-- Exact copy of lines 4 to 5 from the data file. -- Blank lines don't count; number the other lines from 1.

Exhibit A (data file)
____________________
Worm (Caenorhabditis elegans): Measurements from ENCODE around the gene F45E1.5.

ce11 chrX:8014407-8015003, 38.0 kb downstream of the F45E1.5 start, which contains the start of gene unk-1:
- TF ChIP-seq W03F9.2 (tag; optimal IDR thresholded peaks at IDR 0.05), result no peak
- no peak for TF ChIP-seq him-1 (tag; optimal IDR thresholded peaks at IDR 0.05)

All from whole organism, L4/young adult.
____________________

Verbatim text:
- no peak for TF ChIP-seq him-1 (tag; optimal IDR thresholded peaks at IDR 0.05)

All from whole organism, L4/young adult.